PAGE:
The three men grew up less than 15 minutes apart in Middlesex County, New Jersey. They were raised in working-class families, graduated from local schools and moved away to pursue their professional careers. As adults, their politics ran Republican and all three considered themselves outspoken supporters of President Donald Trump.
But despite the proximity of their upbringings and the similarity of their views, Julian Khater, George Tanios and Brian Sicknick would not meet until they found themselves on the opposite sides of a police barricade in Washington on Jan. 6 — an encounter that ended with one of them dead and the other two accused in an attack that may have caused it.
Federal prosecutors say Khater, 32, and Tanios, 39 — New Brunswick natives, friends and former fast-food business partners — shot Sicknick, 42, in the face with bear spray as part of the pro-Trump mob that stormed the building that day.
Sicknick, who grew up in South River, died in the hospital hours later. And while authorities have not yet released his cause of death — or charged Khater and Tanios with killing him — they have suggested that Sicknick’s exposure to chemical irritants may have contributed.
The paths that brought all three to that moment have continued to perplex their families and those assigned to investigate and mete out justice in the weeks since.
“It’s hard for me not to look at this as anything other than an assault on our nation’s soul and everything that’s important to us as a people,” said Michael John Aloi, a federal magistrate judge at a hearing Monday in Morgantown, West Virginia, where Tanios was arrested last week. “But I don’t know that that represents who you are, Mr. Tanios. I don’t know that it represents who a lot of people are who were involved in that day. What is it that caused that behavior?”
Tanios’ mother, Maguy, seemed just as baffled that her son had now been charged in an insurrection, decades after she and her husband fled civil war in Lebanon to immigrate to the U.S.
“I lost my father, I lost my brother, I lost my sister,” she told the court Monday. “I said, ‘I want to come to the United States … I need peace.’”
They settled — along with the Khaters, who fled the same conflict — among New Brunswick’s sizable population of Marionite Christians. They raised their families in Saint Sharbel Marionite Catholic Church in Somerset.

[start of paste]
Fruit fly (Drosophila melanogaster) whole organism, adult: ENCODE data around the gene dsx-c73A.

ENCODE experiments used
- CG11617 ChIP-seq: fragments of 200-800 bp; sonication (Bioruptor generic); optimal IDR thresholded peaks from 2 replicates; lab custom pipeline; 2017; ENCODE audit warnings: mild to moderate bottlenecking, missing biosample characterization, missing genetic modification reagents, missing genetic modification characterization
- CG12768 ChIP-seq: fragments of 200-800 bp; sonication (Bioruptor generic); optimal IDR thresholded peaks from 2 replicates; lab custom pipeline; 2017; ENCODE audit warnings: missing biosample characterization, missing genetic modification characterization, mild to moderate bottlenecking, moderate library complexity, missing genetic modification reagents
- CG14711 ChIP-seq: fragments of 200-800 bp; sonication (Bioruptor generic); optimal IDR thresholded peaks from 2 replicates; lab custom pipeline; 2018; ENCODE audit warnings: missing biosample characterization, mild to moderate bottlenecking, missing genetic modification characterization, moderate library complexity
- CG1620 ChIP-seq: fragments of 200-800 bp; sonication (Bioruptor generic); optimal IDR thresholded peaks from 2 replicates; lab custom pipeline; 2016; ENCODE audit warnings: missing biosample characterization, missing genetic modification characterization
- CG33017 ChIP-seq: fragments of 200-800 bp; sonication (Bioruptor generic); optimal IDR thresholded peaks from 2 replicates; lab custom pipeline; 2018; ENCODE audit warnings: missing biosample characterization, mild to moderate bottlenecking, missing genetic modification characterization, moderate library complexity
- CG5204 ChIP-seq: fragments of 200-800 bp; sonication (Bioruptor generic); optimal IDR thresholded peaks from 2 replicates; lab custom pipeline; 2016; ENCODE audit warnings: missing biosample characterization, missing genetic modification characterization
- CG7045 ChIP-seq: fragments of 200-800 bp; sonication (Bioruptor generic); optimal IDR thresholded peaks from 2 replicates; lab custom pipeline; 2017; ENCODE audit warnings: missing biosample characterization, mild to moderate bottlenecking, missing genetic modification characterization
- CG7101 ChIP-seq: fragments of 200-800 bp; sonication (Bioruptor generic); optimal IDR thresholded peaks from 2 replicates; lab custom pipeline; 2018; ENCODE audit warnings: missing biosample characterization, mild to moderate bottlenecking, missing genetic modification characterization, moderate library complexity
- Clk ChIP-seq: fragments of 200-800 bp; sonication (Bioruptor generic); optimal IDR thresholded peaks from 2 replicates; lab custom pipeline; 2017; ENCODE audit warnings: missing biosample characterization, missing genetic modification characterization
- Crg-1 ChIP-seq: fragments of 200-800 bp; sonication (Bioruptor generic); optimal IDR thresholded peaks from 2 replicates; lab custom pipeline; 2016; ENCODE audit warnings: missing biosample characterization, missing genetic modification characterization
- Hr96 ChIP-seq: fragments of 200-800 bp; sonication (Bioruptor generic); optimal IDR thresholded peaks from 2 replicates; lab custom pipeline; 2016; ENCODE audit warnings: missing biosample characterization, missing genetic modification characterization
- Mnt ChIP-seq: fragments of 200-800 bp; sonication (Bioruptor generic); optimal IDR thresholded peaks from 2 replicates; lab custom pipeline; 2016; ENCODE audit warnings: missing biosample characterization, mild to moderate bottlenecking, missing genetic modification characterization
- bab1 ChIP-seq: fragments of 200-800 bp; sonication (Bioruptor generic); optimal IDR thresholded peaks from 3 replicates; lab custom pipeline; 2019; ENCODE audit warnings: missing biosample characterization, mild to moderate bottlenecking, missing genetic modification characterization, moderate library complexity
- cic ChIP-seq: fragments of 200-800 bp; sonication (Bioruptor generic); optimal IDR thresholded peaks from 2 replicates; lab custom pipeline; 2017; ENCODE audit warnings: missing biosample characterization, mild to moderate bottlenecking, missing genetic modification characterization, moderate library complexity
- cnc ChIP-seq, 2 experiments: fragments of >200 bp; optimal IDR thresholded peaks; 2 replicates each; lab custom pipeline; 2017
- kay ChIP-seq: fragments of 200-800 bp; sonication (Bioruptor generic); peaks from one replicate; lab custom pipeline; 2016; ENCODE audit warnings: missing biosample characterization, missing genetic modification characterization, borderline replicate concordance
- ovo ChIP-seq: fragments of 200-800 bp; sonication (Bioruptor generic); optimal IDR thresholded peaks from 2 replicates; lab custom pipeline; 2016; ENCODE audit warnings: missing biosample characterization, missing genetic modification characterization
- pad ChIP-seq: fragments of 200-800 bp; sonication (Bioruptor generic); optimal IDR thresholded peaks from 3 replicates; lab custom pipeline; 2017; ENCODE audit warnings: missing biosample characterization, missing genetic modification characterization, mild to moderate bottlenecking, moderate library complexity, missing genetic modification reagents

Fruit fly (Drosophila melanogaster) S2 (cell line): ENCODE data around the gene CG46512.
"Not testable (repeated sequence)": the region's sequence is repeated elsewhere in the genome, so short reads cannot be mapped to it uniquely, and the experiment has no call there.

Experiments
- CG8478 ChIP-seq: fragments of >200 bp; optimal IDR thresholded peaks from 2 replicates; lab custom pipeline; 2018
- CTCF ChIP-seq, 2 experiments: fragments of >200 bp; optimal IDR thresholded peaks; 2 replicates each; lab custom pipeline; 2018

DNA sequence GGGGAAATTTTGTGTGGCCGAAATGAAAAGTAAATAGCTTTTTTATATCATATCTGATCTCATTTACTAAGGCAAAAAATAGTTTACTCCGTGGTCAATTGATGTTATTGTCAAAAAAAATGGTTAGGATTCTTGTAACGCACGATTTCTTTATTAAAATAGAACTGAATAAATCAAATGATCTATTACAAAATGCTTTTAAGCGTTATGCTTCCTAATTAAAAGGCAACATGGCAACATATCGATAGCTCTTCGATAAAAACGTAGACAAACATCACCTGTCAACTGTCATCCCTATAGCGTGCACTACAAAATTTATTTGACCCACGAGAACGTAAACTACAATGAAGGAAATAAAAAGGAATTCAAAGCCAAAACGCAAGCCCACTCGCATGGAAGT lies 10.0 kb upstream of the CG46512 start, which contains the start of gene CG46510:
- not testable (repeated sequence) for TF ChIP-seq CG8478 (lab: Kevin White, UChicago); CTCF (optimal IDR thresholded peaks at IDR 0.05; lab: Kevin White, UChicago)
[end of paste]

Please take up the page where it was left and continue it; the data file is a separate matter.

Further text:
The Tanioses put young George through private school at St. Peter the Apostle by working 12-hour days at a luncheonette near city hall. It was there and at a food truck run by his uncles, in the shadow of Rutgers University, that he would learn the business — and potential money to be made — in serving junk food to college-aged crowds.
“Growing up as a teenager, against my mother’s wishes, I would stay up late and hang out at my uncle’s place all the time!” Tanios would later write in a fundraising pitch seeking backers for his current venture, a Morgantown, West Virginia, sandwich shop he opened in 2005 specializing in New Jersey “fat sandwiches” stacked with greasy add-ons like chicken fingers, fries and mozzarella sticks. “It was the best place to hang out late night. Anyone who knows about the ‘grease trucks’ back in late ’90’s knows what I am talking about.”
Tanios eventually dropped out of college to open up his own food truck at Penn State University. Khater soon followed him there and launched his own business ventures after Tanios moved on to West Virginia.
By that time, Sicknick was a New Jersey Air National Guardsman in between deployments to the Middle East. Born in New Brunswick, not far from where the Khaters and Tanioses would eventually settle, his father, a local plumber, moved the family to South River, where Sicknick would spend his childhood years.
He graduated from Middlesex County Vocational and Technical Schools in 1996 and enlisted that same year. But even then, his family has said, he was already dreaming of becoming a police officer.